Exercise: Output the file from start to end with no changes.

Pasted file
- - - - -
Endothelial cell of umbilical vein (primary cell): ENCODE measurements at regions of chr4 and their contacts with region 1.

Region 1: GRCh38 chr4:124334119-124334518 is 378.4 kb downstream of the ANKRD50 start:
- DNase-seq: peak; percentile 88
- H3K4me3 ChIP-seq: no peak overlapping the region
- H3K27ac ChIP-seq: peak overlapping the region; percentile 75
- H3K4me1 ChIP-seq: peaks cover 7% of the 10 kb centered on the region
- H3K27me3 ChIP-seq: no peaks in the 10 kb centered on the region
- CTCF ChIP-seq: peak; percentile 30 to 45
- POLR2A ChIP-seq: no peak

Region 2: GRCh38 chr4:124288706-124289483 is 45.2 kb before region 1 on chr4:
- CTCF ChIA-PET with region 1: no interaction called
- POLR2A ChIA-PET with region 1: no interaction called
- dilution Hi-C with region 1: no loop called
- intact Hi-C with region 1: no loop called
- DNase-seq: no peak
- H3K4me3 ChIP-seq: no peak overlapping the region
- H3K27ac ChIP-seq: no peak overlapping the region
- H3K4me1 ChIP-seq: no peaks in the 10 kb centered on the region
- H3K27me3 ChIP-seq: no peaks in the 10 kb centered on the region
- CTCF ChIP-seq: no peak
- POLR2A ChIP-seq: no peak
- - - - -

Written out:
Endothelial cell of umbilical vein (primary cell): ENCODE measurements at regions of chr4 and their contacts with region 1.

Region 1: GRCh38 chr4:124334119-124334518 is 378.4 kb downstream of the ANKRD50 start:
- DNase-seq: peak; percentile 88
- H3K4me3 ChIP-seq: no peak overlapping the region
- H3K27ac ChIP-seq: peak overlapping the region; percentile 75
- H3K4me1 ChIP-seq: peaks cover 7% of the 10 kb centered on the region
- H3K27me3 ChIP-seq: no peaks in the 10 kb centered on the region
- CTCF ChIP-seq: peak; percentile 30 to 45
- POLR2A ChIP-seq: no peak

Region 2: GRCh38 chr4:124288706-124289483 is 45.2 kb before region 1 on chr4:
- CTCF ChIA-PET with region 1: no interaction called
- POLR2A ChIA-PET with region 1: no interaction called
- dilution Hi-C with region 1: no loop called
- intact Hi-C with region 1: no loop called
- DNase-seq: no peak
- H3K4me3 ChIP-seq: no peak overlapping the region
- H3K27ac ChIP-seq: no peak overlapping the region
- H3K4me1 ChIP-seq: no peaks in the 10 kb centered on the region
- H3K27me3 ChIP-seq: no peaks in the 10 kb centered on the region
- CTCF ChIP-seq: no peak
- POLR2A ChIP-seq: no peak